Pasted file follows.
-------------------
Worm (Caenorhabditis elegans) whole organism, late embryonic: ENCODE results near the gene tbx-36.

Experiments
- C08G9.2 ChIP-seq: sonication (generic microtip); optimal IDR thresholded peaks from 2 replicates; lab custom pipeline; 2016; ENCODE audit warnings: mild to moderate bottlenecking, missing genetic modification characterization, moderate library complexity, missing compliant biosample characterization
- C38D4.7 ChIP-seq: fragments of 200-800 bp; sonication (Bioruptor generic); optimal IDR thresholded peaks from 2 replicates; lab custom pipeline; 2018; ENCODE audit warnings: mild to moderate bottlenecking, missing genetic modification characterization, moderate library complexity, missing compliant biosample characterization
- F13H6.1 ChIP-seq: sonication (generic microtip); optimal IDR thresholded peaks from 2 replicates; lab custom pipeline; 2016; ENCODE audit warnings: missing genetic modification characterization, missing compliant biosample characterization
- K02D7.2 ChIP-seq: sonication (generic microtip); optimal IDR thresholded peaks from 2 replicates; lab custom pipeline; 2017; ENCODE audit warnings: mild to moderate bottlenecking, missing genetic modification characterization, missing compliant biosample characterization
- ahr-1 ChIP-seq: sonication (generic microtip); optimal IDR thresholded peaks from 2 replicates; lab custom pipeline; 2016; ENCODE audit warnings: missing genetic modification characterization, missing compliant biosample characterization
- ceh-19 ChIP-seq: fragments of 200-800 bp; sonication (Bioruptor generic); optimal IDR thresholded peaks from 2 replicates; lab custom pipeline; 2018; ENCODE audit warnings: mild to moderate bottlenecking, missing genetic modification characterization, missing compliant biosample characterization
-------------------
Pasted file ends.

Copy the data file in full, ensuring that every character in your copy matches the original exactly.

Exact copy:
Worm (Caenorhabditis elegans) whole organism, late embryonic: ENCODE results near the gene tbx-36.

Experiments
- C08G9.2 ChIP-seq: sonication (generic microtip); optimal IDR thresholded peaks from 2 replicates; lab custom pipeline; 2016; ENCODE audit warnings: mild to moderate bottlenecking, missing genetic modification characterization, moderate library complexity, missing compliant biosample characterization
- C38D4.7 ChIP-seq: fragments of 200-800 bp; sonication (Bioruptor generic); optimal IDR thresholded peaks from 2 replicates; lab custom pipeline; 2018; ENCODE audit warnings: mild to moderate bottlenecking, missing genetic modification characterization, moderate library complexity, missing compliant biosample characterization
- F13H6.1 ChIP-seq: sonication (generic microtip); optimal IDR thresholded peaks from 2 replicates; lab custom pipeline; 2016; ENCODE audit warnings: missing genetic modification characterization, missing compliant biosample characterization
- K02D7.2 ChIP-seq: sonication (generic microtip); optimal IDR thresholded peaks from 2 replicates; lab custom pipeline; 2017; ENCODE audit warnings: mild to moderate bottlenecking, missing genetic modification characterization, missing compliant biosample characterization
- ahr-1 ChIP-seq: sonication (generic microtip); optimal IDR thresholded peaks from 2 replicates; lab custom pipeline; 2016; ENCODE audit warnings: missing genetic modification characterization, missing compliant biosample characterization
- ceh-19 ChIP-seq: fragments of 200-800 bp; sonication (Bioruptor generic); optimal IDR thresholded peaks from 2 replicates; lab custom pipeline; 2018; ENCODE audit warnings: mild to moderate bottlenecking, missing genetic modification characterization, missing compliant biosample characterization